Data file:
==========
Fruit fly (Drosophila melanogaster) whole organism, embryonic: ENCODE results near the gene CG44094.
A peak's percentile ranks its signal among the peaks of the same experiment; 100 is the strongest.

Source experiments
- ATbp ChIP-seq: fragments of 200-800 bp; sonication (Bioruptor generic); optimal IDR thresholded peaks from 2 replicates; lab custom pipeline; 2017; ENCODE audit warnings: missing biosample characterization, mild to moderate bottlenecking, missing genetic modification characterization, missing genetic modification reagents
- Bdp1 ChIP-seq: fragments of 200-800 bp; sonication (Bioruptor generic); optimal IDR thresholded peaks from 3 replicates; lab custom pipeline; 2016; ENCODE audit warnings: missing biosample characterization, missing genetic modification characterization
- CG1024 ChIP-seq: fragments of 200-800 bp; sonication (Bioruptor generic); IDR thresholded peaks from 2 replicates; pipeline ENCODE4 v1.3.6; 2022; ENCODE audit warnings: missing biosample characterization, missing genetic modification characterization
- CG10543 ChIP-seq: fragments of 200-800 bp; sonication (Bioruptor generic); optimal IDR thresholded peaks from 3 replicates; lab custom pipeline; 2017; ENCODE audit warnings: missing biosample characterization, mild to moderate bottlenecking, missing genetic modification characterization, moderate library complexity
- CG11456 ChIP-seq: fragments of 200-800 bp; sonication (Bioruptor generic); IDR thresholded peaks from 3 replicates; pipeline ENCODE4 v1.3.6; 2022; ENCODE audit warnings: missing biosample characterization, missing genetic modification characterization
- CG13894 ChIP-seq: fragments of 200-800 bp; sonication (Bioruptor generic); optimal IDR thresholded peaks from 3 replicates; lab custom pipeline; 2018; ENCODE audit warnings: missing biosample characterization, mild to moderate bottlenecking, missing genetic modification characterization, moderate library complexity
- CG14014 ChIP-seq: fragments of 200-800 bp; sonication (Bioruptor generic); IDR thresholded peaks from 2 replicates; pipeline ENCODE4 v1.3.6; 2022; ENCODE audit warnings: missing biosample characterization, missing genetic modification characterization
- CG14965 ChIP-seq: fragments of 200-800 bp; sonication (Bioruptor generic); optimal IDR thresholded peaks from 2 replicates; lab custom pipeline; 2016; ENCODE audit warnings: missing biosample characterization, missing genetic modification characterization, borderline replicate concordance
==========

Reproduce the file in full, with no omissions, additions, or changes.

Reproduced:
Fruit fly (Drosophila melanogaster) whole organism, embryonic: ENCODE results near the gene CG44094.
A peak's percentile ranks its signal among the peaks of the same experiment; 100 is the strongest.

Source experiments
- ATbp ChIP-seq: fragments of 200-800 bp; sonication (Bioruptor generic); optimal IDR thresholded peaks from 2 replicates; lab custom pipeline; 2017; ENCODE audit warnings: missing biosample characterization, mild to moderate bottlenecking, missing genetic modification characterization, missing genetic modification reagents
- Bdp1 ChIP-seq: fragments of 200-800 bp; sonication (Bioruptor generic); optimal IDR thresholded peaks from 3 replicates; lab custom pipeline; 2016; ENCODE audit warnings: missing biosample characterization, missing genetic modification characterization
- CG1024 ChIP-seq: fragments of 200-800 bp; sonication (Bioruptor generic); IDR thresholded peaks from 2 replicates; pipeline ENCODE4 v1.3.6; 2022; ENCODE audit warnings: missing biosample characterization, missing genetic modification characterization
- CG10543 ChIP-seq: fragments of 200-800 bp; sonication (Bioruptor generic); optimal IDR thresholded peaks from 3 replicates; lab custom pipeline; 2017; ENCODE audit warnings: missing biosample characterization, mild to moderate bottlenecking, missing genetic modification characterization, moderate library complexity
- CG11456 ChIP-seq: fragments of 200-800 bp; sonication (Bioruptor generic); IDR thresholded peaks from 3 replicates; pipeline ENCODE4 v1.3.6; 2022; ENCODE audit warnings: missing biosample characterization, missing genetic modification characterization
- CG13894 ChIP-seq: fragments of 200-800 bp; sonication (Bioruptor generic); optimal IDR thresholded peaks from 3 replicates; lab custom pipeline; 2018; ENCODE audit warnings: missing biosample characterization, mild to moderate bottlenecking, missing genetic modification characterization, moderate library complexity
- CG14014 ChIP-seq: fragments of 200-800 bp; sonication (Bioruptor generic); IDR thresholded peaks from 2 replicates; pipeline ENCODE4 v1.3.6; 2022; ENCODE audit warnings: missing biosample characterization, missing genetic modification characterization
- CG14965 ChIP-seq: fragments of 200-800 bp; sonication (Bioruptor generic); optimal IDR thresholded peaks from 2 replicates; lab custom pipeline; 2016; ENCODE audit warnings: missing biosample characterization, missing genetic modification characterization, borderline replicate concordance